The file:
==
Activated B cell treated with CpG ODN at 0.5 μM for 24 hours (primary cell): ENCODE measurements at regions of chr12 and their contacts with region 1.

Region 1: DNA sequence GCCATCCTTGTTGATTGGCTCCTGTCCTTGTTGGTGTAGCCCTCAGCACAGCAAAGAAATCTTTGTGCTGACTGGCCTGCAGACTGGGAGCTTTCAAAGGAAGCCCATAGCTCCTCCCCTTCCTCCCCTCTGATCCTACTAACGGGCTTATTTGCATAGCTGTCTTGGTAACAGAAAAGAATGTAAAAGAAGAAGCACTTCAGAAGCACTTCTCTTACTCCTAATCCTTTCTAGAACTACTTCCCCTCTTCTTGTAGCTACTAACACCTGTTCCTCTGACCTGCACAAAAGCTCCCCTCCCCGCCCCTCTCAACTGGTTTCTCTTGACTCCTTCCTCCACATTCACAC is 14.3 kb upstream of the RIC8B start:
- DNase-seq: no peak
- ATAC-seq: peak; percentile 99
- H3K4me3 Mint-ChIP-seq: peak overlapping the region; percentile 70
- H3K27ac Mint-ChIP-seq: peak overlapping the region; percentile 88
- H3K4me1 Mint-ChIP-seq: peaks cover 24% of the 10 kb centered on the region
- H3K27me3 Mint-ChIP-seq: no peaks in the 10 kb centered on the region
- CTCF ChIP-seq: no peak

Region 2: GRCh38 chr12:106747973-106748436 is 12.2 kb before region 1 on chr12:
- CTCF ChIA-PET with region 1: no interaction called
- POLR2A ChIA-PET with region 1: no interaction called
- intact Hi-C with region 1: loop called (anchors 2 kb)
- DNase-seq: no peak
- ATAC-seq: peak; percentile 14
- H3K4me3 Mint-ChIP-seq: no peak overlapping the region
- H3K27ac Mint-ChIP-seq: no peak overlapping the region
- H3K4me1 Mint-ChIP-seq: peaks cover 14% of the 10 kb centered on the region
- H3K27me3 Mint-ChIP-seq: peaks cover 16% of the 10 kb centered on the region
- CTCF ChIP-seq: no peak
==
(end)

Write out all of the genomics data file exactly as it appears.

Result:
Activated B cell treated with CpG ODN at 0.5 μM for 24 hours (primary cell): ENCODE measurements at regions of chr12 and their contacts with region 1.

Region 1: DNA sequence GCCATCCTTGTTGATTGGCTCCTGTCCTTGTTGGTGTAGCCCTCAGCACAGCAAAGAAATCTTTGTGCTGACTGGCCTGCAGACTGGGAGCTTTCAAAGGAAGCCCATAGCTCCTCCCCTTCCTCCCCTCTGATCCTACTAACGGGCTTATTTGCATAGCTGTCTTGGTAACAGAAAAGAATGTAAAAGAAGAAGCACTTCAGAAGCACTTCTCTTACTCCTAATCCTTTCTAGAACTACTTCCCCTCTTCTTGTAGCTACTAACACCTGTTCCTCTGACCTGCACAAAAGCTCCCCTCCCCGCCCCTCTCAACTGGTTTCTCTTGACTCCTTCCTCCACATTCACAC is 14.3 kb upstream of the RIC8B start:
- DNase-seq: no peak
- ATAC-seq: peak; percentile 99
- H3K4me3 Mint-ChIP-seq: peak overlapping the region; percentile 70
- H3K27ac Mint-ChIP-seq: peak overlapping the region; percentile 88
- H3K4me1 Mint-ChIP-seq: peaks cover 24% of the 10 kb centered on the region
- H3K27me3 Mint-ChIP-seq: no peaks in the 10 kb centered on the region
- CTCF ChIP-seq: no peak

Region 2: GRCh38 chr12:106747973-106748436 is 12.2 kb before region 1 on chr12:
- CTCF ChIA-PET with region 1: no interaction called
- POLR2A ChIA-PET with region 1: no interaction called
- intact Hi-C with region 1: loop called (anchors 2 kb)
- DNase-seq: no peak
- ATAC-seq: peak; percentile 14
- H3K4me3 Mint-ChIP-seq: no peak overlapping the region
- H3K27ac Mint-ChIP-seq: no peak overlapping the region
- H3K4me1 Mint-ChIP-seq: peaks cover 14% of the 10 kb centered on the region
- H3K27me3 Mint-ChIP-seq: peaks cover 16% of the 10 kb centered on the region
- CTCF ChIP-seq: no peak